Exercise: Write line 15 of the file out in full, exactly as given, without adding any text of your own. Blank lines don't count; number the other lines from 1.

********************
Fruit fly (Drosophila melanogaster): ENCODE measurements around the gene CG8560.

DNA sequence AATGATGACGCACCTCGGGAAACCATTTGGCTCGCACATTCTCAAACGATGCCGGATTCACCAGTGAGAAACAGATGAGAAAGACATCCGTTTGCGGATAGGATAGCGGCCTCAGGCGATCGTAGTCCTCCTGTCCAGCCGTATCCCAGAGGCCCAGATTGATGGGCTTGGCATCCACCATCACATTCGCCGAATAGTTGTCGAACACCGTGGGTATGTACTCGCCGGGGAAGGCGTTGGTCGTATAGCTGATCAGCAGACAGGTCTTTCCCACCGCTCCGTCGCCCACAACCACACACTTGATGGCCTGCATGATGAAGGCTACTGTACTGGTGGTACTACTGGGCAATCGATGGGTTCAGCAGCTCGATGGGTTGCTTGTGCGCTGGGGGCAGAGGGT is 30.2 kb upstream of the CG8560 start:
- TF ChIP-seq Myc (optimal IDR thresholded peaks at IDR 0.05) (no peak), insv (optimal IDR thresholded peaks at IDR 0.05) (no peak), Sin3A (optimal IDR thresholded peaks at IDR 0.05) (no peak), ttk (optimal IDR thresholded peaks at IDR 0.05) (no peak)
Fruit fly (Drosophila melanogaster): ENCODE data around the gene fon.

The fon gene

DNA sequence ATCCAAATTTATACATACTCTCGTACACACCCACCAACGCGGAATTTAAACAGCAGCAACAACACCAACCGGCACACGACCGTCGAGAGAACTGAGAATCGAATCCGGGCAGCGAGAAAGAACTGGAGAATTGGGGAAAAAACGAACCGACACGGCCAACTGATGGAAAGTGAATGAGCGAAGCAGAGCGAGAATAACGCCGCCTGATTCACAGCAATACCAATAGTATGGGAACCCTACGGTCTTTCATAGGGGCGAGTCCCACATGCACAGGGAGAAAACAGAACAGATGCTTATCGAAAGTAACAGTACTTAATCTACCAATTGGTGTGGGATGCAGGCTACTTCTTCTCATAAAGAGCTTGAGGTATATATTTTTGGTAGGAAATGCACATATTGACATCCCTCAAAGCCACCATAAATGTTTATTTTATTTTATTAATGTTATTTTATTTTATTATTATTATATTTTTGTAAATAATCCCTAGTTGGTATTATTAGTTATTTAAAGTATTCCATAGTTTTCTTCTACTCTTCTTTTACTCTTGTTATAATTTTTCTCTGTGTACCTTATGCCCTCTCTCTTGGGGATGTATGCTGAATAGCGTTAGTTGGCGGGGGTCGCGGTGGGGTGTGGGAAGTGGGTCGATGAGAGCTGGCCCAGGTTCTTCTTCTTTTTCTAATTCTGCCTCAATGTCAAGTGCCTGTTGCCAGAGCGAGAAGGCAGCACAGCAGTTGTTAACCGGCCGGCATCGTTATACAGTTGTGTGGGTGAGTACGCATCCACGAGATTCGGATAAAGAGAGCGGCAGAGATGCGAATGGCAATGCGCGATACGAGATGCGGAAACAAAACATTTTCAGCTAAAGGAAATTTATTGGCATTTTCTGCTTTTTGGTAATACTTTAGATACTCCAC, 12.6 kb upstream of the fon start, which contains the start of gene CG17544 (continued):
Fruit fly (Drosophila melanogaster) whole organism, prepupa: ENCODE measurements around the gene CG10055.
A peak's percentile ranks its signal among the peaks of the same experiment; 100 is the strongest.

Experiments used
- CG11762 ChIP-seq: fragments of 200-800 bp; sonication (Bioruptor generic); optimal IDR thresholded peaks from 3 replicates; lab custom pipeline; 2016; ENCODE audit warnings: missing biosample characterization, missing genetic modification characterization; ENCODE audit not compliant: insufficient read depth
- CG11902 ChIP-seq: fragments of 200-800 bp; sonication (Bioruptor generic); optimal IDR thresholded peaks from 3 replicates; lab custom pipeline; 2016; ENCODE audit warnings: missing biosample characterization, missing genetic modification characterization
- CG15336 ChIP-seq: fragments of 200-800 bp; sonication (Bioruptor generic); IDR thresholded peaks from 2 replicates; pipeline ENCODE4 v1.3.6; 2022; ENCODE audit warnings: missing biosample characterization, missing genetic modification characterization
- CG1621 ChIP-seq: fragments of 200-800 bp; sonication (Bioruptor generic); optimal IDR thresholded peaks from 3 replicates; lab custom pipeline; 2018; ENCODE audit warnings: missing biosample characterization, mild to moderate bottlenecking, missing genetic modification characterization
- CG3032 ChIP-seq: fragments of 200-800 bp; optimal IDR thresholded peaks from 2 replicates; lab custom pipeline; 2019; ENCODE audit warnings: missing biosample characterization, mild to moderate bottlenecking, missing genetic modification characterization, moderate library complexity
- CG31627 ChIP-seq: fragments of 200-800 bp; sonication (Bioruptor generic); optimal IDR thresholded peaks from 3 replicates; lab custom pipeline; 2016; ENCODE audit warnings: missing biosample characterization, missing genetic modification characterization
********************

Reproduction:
- CG31627 ChIP-seq: fragments of 200-800 bp; sonication (Bioruptor generic); optimal IDR thresholded peaks from 3 replicates; lab custom pipeline; 2016; ENCODE audit warnings: missing biosample characterization, missing genetic modification characterization